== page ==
• #3  –  Cenote Ik Kil
    This sinkhole is located in the Yucatán State of Mexico. And boy, believe me, this place is otherworldly… While the Mayans used this site as a place for performing rituals, today tourists can be seen swimming… Vines from the top of the opening reach all the way down to the water, along with many small waterfalls. You don’t have to worry about being hungry or finding a place to change clothes after all the fun in the water. This place has a restaurant, a changing room, and cottages for rent.
  • #4  –  Nohoch Mul Pyramid
    The Chichen Itza’s KuKULkan Pyramid has been closed for climbing since an accident in 2006. So if you think your trip will be incomplete without climbing a pyramid, then this 137-feet (42 m) high pyramid is the place you should visit… If you aren’t afraid of heights and can muster the energy to climb its 130 steep steps to the top, you’ll be able to get a remarkable view of the Yucatán, along with the non-public areas of Coba, including two lagoons: Macanxoc Lagoon to the east and Cobá Lagoon to the southwest.

  • #5  –  Ancient city Tulum
    It’s the only Mayan city on the shore of the Caribbean Sea, located 39 feet (12 m) upon the cliffs of the Yucatan peninsula. This well-preserved Mayan city was one of the last cities built and inhabited by the Maya… According to experts, the original name of the city might have been Zama, which means the City of Dawn, which is appropriate since it faces the sunrise. The three most popular structures in the city are El Castillo, the Temple of the Frescoes, and the Temple of the Descending God… Unlike other Mayan cities, Tulum was surrounded by impermeable walls that protected the city from the attacks of nomadic tribes from the north. Thanks to these walls, the city managed to survive about 70 years after the Spanish began occupying Mexico… This place is not just ideal for tourists seeking to soak in Mayan history, but also for lovers of nature. A large number of sinkholes are located in the Tulum area, such as Maya Blue, Naharon, Temple of Doom, Tortuga, Vacaha, Grand Cenote, Abejas, and Nohoch Kiin.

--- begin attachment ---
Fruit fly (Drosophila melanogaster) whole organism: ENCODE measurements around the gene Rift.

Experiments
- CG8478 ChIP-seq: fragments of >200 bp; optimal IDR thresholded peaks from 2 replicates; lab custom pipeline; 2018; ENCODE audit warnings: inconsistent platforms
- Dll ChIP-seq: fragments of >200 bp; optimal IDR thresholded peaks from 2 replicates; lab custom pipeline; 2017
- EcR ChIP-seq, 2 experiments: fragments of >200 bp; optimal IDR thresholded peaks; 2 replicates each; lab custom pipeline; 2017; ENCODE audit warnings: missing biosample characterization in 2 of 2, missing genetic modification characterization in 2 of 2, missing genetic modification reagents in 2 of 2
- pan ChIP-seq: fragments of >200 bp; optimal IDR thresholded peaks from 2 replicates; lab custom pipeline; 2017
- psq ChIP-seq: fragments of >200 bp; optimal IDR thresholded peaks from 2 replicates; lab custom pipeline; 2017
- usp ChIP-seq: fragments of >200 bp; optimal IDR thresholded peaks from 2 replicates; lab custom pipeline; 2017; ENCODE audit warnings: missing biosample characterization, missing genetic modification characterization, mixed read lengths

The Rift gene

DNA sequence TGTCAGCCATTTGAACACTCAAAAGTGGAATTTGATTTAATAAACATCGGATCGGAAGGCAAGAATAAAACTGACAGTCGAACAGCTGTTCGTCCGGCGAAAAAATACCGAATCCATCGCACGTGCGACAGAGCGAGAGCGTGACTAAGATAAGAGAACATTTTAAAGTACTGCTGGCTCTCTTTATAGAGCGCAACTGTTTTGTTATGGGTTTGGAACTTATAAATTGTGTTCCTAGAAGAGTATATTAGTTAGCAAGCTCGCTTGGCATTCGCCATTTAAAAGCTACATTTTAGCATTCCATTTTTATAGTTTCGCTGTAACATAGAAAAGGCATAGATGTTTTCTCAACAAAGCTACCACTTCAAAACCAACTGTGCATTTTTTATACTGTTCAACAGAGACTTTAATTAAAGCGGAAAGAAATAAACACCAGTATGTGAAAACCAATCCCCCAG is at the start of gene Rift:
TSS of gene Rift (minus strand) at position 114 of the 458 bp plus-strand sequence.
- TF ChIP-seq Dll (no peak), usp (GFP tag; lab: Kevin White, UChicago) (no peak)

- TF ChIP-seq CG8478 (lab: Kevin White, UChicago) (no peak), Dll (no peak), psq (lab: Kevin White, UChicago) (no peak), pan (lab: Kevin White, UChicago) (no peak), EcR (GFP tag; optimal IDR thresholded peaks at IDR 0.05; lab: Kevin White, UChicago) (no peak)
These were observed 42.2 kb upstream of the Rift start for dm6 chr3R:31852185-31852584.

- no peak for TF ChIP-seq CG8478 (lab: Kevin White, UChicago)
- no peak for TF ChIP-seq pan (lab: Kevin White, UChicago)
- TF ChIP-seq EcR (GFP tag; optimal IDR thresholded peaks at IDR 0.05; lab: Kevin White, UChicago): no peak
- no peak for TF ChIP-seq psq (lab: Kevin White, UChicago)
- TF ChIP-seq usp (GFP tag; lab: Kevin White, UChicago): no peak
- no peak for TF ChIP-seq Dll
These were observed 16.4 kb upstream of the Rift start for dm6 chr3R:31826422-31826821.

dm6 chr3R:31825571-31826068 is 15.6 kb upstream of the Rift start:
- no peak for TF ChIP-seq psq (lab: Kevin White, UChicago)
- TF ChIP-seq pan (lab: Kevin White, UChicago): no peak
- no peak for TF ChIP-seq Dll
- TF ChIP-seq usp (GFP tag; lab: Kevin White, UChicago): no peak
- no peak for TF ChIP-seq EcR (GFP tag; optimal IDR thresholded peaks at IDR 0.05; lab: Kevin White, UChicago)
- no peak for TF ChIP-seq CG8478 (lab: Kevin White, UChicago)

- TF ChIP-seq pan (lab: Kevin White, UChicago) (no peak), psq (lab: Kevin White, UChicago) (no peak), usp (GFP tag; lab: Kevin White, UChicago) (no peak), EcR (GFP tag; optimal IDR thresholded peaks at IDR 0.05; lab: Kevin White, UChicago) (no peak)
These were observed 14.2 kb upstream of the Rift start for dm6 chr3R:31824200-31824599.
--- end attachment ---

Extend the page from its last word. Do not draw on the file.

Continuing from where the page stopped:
• #6  –  Pyramid of the Magician, Uxmal
    The tallest and the most recognizable structure in Uxmal is also known by other names, like the Pyramid of the Dwarf, Casa el Adivino, and the Pyramid of the Soothsayer. Like many other pyramids, this too is at the center of many mythological stories. I’ll tell you two that concern its various names… According to one legend, a magician named Itzamna, single-handedly erected the pyramid in just one night, using his magic and might. According to another, the city of Uxmal was destined to fall to a boy who was not born of a woman when a certain gong was to be struck. One day the gong was struck by a dwarf who was hatched from an egg laid by a childless, old woman. The sound of the gong struck fear into the city’s ruler, and he ordered the dwarf to be executed. The ruler later took back his decision and promised to spare the dwarf’s life if he could perform three seemingly impossible tasks. One of the tasks was to build a massive pyramid, taller than any building in the city, in a single night. The dwarf ultimately completed all the tasks, including the construction of the pyramid. And therefore, he was spared… Tourists visiting this site can also watch a sound and light show, presented in both English and Spanish, every evening.